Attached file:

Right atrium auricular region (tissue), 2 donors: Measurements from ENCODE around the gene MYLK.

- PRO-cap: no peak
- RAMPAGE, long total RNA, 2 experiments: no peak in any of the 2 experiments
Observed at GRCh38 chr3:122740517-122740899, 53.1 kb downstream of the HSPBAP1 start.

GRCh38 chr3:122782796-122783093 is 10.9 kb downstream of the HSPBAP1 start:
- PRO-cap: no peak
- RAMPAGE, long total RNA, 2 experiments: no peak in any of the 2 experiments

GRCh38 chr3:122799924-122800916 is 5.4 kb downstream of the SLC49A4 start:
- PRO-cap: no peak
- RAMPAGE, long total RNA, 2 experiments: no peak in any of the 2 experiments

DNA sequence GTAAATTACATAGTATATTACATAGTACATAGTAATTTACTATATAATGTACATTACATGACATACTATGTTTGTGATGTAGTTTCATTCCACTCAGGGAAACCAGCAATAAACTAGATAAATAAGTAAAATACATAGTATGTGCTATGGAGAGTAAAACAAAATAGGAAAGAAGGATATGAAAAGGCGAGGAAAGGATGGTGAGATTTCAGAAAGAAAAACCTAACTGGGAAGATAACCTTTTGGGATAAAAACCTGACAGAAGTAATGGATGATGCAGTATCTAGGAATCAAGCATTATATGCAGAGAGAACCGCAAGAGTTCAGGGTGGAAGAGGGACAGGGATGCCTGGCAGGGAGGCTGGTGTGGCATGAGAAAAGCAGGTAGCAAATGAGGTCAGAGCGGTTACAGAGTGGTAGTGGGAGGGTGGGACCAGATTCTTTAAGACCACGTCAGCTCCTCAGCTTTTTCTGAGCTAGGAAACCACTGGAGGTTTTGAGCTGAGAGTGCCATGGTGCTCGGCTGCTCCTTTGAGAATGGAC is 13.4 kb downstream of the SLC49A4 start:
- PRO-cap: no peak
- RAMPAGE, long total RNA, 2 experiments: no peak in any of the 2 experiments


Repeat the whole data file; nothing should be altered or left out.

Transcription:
Right atrium auricular region (tissue), 2 donors: Measurements from ENCODE around the gene MYLK.

- PRO-cap: no peak
- RAMPAGE, long total RNA, 2 experiments: no peak in any of the 2 experiments
Observed at GRCh38 chr3:122740517-122740899, 53.1 kb downstream of the HSPBAP1 start.

GRCh38 chr3:122782796-122783093 is 10.9 kb downstream of the HSPBAP1 start:
- PRO-cap: no peak
- RAMPAGE, long total RNA, 2 experiments: no peak in any of the 2 experiments

GRCh38 chr3:122799924-122800916 is 5.4 kb downstream of the SLC49A4 start:
- PRO-cap: no peak
- RAMPAGE, long total RNA, 2 experiments: no peak in any of the 2 experiments

DNA sequence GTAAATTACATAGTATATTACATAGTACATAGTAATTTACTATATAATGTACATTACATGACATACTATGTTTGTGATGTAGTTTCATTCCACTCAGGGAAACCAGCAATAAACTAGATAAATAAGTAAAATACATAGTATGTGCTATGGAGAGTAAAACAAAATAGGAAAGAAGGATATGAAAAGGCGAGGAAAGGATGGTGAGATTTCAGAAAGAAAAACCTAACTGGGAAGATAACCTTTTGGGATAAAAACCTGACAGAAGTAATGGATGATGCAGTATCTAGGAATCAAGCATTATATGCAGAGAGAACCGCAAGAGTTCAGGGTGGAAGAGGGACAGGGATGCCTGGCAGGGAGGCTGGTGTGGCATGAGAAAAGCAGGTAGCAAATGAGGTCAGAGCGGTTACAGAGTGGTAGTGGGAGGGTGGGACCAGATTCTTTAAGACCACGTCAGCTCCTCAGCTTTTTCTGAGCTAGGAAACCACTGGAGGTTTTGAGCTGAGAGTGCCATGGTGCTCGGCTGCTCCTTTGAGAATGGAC is 13.4 kb downstream of the SLC49A4 start:
- PRO-cap: no peak
- RAMPAGE, long total RNA, 2 experiments: no peak in any of the 2 experiments